The dog saw the worm before I did. Moments before we jumped away from two mountain bikers on a narrow forest path. That adventure sealed our friendship. She wagged her tail, and looked up faithfully; I caressed her and said, “Good, Lucy, good.” Then I sniffed some more on the way, until I came across the wriggling worm. Or rather: the writhing halves of the worm. bicycle victim.
“Shut down, Lucy, away,” I said. And when I passed the worm, “Bye”—my dog’s language repertoire was still limited. Helplessly, I watched the two halves drift further and further as they wriggled. They were not quite alike, one about twice as long as the other, and a striking dark grey. With a stick I tried to push it from my head to tail, or from tail to head, it seemed nicer to die as much as possible as a whole in two parts. I no longer believe in the tale of the divided earthworm living happily ever after. But the glue attempt failed: the head and tail continued to move in opposite directions.
Come on, Lucy, come on, I cried. Those faithful brown eyes again, as if we’d been friends for years, when my week as a dog-sitter in Belgium had only begun that morning. Her boss left a three-page instruction before leaving. “Lucy suffers from separation anxiety: she can’t be alone for long, she needs closeness,” was at the top of the list, and that was one of the reasons I instantly attached to her. After all, I had a similar fear in previous relationships. I wanted to forget those times when I clung to a treacherous friend, but in Lucy’s presence, those episodes suddenly seemed a lot less awkward.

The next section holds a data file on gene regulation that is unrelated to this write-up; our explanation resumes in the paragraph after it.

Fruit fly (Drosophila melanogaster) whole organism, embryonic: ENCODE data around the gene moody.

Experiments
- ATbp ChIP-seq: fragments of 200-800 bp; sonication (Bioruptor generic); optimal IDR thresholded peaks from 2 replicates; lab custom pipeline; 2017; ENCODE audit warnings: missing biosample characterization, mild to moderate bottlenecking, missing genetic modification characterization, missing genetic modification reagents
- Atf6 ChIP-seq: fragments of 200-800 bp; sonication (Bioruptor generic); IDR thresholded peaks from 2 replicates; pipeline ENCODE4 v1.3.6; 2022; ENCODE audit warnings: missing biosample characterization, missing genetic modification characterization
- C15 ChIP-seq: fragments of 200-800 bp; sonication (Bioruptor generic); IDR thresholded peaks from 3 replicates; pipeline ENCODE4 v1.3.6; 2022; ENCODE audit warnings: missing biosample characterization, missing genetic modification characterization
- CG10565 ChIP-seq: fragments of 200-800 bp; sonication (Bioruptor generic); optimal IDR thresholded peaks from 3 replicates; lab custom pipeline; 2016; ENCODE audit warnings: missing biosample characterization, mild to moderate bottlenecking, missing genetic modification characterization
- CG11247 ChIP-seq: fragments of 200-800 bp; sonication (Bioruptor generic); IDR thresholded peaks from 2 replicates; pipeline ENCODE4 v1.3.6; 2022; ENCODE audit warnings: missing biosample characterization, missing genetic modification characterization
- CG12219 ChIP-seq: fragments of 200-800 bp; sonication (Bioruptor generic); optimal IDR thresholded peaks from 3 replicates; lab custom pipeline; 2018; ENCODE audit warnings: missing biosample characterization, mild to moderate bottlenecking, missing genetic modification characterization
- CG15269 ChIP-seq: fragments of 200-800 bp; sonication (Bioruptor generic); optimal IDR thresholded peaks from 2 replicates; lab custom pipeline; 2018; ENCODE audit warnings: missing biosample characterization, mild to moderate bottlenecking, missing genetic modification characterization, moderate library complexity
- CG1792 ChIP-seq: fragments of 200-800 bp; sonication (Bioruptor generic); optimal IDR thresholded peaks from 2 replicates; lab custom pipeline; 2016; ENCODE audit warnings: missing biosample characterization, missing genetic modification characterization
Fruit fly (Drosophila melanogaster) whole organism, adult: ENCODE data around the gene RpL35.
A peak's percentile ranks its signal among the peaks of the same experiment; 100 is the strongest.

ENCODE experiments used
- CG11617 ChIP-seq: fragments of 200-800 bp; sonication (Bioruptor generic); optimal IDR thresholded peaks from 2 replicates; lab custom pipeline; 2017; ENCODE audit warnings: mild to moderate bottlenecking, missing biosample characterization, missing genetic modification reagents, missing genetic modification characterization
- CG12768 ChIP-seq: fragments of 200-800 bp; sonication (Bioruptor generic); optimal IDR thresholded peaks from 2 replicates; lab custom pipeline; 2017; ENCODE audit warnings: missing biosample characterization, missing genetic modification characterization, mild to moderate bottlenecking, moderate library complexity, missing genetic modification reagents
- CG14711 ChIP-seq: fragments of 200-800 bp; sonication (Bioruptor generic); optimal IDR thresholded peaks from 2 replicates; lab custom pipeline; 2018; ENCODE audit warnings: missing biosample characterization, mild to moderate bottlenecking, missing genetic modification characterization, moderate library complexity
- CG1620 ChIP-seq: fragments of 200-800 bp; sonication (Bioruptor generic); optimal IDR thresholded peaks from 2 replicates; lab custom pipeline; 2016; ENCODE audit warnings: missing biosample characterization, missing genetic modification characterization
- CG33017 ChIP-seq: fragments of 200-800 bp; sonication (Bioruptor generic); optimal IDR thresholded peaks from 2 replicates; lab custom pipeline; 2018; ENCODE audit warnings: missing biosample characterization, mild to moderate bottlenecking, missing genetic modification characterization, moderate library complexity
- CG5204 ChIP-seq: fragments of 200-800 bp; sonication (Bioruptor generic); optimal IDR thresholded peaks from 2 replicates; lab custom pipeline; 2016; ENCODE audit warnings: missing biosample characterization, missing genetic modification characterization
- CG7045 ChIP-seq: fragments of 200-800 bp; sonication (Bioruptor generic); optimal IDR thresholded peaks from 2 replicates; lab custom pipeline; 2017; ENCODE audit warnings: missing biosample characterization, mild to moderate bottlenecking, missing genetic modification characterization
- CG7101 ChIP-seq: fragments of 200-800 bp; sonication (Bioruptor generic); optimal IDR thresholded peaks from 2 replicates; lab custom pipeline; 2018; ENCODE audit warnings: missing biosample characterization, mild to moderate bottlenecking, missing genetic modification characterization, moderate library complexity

“Of course they weren’t real earthworms,” I said as we passed the rye field. Swallows flew low, a thunderstorm was coming. “So grey, so soft…” After a moment she exclaimed, “Maybe it was a slow worm, Lucy, the first slow worm!” Shaking again, she is as excited as I am. I searched for information on my phone. The color and length seemed appropriate. Not a real worm, but a legless lizard. A kind that is already able to drop its tail and live happily.
On the way back, the two halves were gone. Spoiled or eaten? At home, Lucy and I cuddled up on the sofa, close to each other, she on her favorite blanket, and I under her. With a flash of lightning, I read to her from a scientific article on asexual reproduction in zoo crocodiles: a female who had not seen a particular thing in sixteen years, yet produced a fully developed but stillborn fetus. “He’s really lonely,” I told him, and got up to go to the toilet. When I came back two minutes later, Lucy was high. It shook and twitched, spinning on its own axis, as if it were the slow worm and I the returning tail.
Gemma Finnhuizen Biology Editor at NRC and writes a column here every Wednesday.
A version of this article also appeared in the June 21, 2023 newspaper.
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